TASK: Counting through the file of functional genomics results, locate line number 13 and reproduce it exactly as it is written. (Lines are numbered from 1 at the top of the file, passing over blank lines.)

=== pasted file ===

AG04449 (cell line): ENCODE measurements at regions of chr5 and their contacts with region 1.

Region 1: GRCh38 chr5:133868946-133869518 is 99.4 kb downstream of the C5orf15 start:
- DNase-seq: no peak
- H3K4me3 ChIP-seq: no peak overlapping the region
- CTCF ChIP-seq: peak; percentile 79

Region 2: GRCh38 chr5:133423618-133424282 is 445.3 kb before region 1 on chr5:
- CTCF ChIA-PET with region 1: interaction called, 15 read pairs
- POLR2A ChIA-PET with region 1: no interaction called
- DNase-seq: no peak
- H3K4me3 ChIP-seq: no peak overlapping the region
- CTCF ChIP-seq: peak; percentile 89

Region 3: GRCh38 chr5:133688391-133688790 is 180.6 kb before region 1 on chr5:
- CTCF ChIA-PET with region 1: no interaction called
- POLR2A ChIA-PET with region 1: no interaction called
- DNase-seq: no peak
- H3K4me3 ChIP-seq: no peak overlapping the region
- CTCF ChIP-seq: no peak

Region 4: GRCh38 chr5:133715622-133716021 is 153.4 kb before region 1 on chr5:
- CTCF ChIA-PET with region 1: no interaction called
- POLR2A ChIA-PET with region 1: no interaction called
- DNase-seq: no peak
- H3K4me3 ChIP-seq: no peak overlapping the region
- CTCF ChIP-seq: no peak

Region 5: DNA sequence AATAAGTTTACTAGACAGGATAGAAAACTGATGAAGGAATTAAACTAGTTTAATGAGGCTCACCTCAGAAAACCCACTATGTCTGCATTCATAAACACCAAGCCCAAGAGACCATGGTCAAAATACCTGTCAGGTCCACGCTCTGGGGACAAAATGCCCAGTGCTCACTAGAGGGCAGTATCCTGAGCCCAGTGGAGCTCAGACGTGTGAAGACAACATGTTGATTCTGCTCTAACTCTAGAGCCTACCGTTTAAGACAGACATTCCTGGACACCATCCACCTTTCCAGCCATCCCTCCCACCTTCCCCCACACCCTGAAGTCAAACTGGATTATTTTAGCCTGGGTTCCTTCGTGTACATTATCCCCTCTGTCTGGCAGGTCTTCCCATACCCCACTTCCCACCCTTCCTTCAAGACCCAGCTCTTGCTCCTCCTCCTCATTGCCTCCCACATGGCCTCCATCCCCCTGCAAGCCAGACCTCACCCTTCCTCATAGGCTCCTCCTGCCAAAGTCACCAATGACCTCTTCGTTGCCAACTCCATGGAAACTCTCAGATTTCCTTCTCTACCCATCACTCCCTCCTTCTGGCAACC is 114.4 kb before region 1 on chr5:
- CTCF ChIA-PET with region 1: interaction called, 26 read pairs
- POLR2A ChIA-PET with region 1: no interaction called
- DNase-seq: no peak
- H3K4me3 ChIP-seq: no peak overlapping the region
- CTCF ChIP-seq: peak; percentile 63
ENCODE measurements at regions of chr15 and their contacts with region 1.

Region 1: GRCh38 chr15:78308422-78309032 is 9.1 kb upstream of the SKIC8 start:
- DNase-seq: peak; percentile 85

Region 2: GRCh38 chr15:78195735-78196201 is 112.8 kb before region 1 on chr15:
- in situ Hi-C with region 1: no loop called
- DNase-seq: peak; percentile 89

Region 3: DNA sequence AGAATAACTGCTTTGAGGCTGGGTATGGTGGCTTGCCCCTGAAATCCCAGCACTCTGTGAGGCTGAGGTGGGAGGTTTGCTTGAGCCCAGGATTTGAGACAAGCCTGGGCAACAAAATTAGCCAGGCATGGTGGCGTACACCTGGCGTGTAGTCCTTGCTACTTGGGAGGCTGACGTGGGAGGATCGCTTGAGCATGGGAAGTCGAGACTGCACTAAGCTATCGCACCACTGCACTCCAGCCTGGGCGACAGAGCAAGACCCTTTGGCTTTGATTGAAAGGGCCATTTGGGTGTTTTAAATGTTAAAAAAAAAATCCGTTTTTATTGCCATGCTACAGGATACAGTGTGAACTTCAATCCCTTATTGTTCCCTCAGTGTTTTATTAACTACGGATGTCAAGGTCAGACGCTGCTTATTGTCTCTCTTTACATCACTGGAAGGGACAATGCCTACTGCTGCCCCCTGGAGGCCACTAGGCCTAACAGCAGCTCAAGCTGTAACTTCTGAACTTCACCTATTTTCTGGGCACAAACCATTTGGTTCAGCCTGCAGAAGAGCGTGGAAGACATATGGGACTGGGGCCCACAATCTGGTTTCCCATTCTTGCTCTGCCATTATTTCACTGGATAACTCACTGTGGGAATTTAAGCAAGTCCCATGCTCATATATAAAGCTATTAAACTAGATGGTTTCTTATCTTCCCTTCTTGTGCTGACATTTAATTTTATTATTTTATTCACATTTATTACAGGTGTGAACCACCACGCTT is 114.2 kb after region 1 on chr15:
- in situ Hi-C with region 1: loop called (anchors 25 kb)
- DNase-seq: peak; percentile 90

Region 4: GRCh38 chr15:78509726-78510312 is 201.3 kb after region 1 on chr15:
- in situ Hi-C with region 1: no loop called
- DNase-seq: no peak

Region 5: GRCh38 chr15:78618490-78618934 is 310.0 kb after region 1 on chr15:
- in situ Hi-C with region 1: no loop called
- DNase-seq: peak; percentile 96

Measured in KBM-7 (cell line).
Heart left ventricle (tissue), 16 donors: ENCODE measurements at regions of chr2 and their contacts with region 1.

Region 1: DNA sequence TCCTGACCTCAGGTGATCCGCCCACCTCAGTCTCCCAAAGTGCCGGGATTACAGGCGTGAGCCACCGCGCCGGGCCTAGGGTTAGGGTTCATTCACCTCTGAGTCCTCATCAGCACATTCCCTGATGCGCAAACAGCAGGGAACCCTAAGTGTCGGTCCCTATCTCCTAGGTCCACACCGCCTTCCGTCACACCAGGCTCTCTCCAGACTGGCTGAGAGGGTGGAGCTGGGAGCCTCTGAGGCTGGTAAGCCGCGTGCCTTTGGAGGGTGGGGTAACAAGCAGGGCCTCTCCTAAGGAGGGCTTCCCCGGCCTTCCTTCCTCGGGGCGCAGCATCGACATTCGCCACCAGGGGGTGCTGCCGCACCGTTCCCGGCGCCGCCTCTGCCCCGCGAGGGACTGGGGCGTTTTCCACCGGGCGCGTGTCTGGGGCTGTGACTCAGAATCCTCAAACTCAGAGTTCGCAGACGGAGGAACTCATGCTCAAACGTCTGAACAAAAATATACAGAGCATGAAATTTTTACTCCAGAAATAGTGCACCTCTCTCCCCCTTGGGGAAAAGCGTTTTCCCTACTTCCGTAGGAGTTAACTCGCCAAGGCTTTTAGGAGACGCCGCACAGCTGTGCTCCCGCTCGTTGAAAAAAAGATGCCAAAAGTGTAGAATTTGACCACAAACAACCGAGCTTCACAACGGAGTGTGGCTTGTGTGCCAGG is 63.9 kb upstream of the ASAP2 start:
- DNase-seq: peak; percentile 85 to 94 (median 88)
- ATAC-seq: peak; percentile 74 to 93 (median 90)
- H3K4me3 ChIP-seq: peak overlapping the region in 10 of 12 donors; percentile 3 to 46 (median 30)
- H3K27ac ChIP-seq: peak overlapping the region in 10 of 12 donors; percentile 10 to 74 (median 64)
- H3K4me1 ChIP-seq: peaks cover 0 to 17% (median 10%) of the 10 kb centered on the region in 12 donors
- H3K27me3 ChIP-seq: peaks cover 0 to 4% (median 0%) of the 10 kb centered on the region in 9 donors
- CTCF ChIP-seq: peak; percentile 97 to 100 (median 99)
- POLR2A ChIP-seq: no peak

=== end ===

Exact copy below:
- CTCF ChIA-PET with region 1: no interaction called